c-g-newsC&G in the News

The Firm of Ciano & Goldwasser strives to maintain a critical leverage on keeping up with their industry, trends, as well as community outreach. Through this dedication to their craft they have managed many successful endeavors. We are proud to illustrate these below. Please feel free to reach out to us with a story of your own!

Source Lunch with … Phillip Ciano

Principal, Ciano & Goldwasser LLP

Crain’s Cleveland Business

About one-third of Phil Ciano’s legal work is spent representing sports agents and agencies. Another third is spent working with doctors and physician practice groups. You could say Ciano has some experience dealing with headstrong individuals.

“My partner (Andy Goldwasser) always laughs at me,” Ciano said. ” ‘You have your conference calls at like 5 in the morning with doctors, 11 at night with these agents, you’re texting 24/7 … You gotta change up your clientele.’ “

That’s not in Ciano’s plans, since he loves the work. Ciano and Goldwasser have been in business together for 17 years, and the pair also has a 50% stake in another Cleveland law firm, Rumizen Weisman. All told, the firms employ 10 attorneys, plus “a bunch” of staffers, Ciano said.

The latter was involved in a 2016 case that featured the agent for Toronto Blue Jays slugger Jose Bautista.

Q&A

You’re going to Los Angeles (the week of April 3) for an arbitration case. Tell me about the work you do in baseball.

The work I do is very nichey. It’s really the representation of agents and agencies in agent vs. agent disputes or agent vs. player disputes, which is all governed by the Major League Baseball Players Association. So it’s all binding arbitration that’s part of the MLBPA. The same sort of structure applies for the NBAPA and the NFLPA. That’s a big part of my practice.

⇒ Read the entire article in Crain’s to learn more about how Phil got into this specialized field as well as his biggest challenges and wins!


 

Phil Ciano is highly quoted in Crain’s Cleveland Business article about Cuyahoga County’s commercial docket.

Read Phil’s earlier comments in an article on commercial dockets posted by Crain’s Cleveland Business in February, 2016.

Cuyahoga County commercial docket could have life

Attorneys are encouraged that the Ohio Supreme Court is reviewing the specialty court’s process

By Jeremy Nobile / Crain’s Cleveland Business

crains-cleveland-businessCuyahoga County’s commercial docket may be dead, but it won’t lie down.

The most recent developments transpired over the summer, when the Ohio Supreme Court, which oversees the state’s specialty dockets, requested public commentary on some proposed rule changes, many of which were posited by a team of Cleveland attorneys and judges.

Phillip Ciano, principal at Ciano & Goldwasser and a leader of that local team, said he’s heard of no updates from the Supreme Court since commentary on the changes was solicited this summer.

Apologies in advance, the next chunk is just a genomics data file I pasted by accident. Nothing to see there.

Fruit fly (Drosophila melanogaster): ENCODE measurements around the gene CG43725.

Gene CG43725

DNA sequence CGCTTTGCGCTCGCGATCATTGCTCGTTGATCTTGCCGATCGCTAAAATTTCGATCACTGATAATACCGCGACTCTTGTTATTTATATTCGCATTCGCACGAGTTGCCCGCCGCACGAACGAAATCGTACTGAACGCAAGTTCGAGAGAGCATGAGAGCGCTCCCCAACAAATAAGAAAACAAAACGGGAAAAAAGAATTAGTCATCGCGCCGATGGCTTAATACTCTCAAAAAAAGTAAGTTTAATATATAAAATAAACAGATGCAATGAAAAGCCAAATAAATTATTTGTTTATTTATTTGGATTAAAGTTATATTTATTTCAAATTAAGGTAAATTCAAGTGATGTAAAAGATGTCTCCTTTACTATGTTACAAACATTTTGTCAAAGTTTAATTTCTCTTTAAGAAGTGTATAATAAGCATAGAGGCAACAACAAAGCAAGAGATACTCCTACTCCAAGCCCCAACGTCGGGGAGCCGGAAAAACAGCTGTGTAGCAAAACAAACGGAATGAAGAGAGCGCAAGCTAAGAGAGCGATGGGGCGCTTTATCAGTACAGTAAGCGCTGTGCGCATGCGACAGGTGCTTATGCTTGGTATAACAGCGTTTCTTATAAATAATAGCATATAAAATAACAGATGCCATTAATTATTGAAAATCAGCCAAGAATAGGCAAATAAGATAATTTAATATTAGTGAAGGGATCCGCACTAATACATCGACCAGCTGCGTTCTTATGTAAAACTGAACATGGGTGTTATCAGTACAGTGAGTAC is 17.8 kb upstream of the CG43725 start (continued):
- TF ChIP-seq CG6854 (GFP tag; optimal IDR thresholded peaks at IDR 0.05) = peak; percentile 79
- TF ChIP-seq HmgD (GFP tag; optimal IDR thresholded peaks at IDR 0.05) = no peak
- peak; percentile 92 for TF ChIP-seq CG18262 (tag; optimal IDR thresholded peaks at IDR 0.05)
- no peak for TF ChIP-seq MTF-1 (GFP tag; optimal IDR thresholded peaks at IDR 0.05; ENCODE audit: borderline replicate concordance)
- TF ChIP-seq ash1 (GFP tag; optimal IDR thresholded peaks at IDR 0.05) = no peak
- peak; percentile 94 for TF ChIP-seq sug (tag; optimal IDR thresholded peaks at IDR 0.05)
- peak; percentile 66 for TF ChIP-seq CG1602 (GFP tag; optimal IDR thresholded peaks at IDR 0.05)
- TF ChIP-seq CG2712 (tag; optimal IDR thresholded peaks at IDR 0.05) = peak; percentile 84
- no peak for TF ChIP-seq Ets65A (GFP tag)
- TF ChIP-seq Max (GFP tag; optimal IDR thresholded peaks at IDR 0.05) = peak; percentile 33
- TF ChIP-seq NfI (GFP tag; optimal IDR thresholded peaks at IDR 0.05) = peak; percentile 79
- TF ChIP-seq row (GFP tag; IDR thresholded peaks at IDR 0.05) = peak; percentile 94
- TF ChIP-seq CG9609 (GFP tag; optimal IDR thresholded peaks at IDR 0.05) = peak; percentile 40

However, a spokesman for the Supreme Court told Crain’s last week the issue will be revisited after two new justices officially join the court in the new year.

That was welcomed news to Ciano.

“It’s not surprising that the process, which is quasi-legislative, is going to take its due course to run,” Ciano said. “But I’m encouraged to know that at least it will be reviewed when the new term starts in January.”

He added that the subcommittee he leads is “ready and willing to provide whatever support and feedback we can provide to see if there’s a form of the commercial docket, or commercial track as we suggested, that could be reinstated in Cuyahoga County.”

Ciano said it’s hard to say whether fewer cases have actually been filed since the local docket dissolved.

“And I wouldn’t say it’s more difficult to practice without more predictability of a commercial docket,” he said. “But I would say that having a commercial docket makes for a more predictable and effective litigation process for businesses. That’s the primary reason we’d like to see it back in some form or fashion.”

⇒ Read entire story here


Sources: Proformance agency wins ruling to receive $1M in back fees

The agency once represented Jose Bautista and Ervin Santana

By Ken Rosenthal / Fox Sports

screen-shot-2016-11-15-at-10-54-09-amProformance, the baseball agency that once represented Jose Bautista and Ervin Santana, will receive approximately $1 million in back fees based upon the ruling of an independent arbitrator, according to major-league sources.

“Jeff and Bean are pleased to be getting on with their lives and having this concluded,” said Proformance’s attorney, Phil Ciano.

⇒ Read full story here

Hall of Fame rep says David Baker ‘absolutely’ didn’t tell players to keep quiet about cancellation

Crain’s Cleveland Business

 Michael Avenatti, as you might expect from an attorney who is trying to get a high-profile case certified as a class-action complaint, didn’t pull any punches when we spoke with him for a Crain’s cover story on the debacle that was the 2016 Hall of Fame Game.